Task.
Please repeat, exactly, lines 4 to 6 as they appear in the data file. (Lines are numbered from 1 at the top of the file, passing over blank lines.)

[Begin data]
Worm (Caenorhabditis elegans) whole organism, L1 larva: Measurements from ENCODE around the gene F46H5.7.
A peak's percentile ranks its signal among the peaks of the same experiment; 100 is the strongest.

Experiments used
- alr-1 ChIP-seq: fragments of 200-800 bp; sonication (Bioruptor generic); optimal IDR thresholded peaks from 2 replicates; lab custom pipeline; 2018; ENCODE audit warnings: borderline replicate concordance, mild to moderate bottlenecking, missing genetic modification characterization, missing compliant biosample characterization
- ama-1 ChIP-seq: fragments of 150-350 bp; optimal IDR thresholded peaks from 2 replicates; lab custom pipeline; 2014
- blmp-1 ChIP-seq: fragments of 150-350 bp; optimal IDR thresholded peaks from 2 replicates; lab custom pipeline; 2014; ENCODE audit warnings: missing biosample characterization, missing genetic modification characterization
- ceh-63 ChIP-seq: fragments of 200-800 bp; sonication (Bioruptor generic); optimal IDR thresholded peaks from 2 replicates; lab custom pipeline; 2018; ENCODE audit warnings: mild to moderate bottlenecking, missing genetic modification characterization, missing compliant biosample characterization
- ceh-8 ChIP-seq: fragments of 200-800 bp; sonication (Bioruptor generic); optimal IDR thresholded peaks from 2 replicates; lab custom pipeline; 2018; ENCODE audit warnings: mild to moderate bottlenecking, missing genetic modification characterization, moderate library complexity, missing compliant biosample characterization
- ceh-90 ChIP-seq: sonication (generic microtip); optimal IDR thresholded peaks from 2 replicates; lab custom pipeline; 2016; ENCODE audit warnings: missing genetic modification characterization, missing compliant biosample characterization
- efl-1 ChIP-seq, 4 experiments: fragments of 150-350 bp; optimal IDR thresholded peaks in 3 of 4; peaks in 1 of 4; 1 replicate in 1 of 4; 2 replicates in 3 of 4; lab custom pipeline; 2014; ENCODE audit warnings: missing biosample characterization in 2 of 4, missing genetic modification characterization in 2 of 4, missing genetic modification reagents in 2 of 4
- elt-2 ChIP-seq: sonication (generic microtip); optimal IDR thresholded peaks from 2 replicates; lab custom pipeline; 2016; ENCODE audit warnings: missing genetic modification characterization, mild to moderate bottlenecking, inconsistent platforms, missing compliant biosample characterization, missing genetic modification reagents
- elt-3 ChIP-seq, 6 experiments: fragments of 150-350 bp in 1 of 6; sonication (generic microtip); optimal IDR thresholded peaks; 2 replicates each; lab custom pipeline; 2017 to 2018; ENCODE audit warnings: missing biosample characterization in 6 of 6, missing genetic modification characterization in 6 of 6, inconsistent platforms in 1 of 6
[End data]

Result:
- alr-1 ChIP-seq: fragments of 200-800 bp; sonication (Bioruptor generic); optimal IDR thresholded peaks from 2 replicates; lab custom pipeline; 2018; ENCODE audit warnings: borderline replicate concordance, mild to moderate bottlenecking, missing genetic modification characterization, missing compliant biosample characterization
- ama-1 ChIP-seq: fragments of 150-350 bp; optimal IDR thresholded peaks from 2 replicates; lab custom pipeline; 2014
- blmp-1 ChIP-seq: fragments of 150-350 bp; optimal IDR thresholded peaks from 2 replicates; lab custom pipeline; 2014; ENCODE audit warnings: missing biosample characterization, missing genetic modification characterization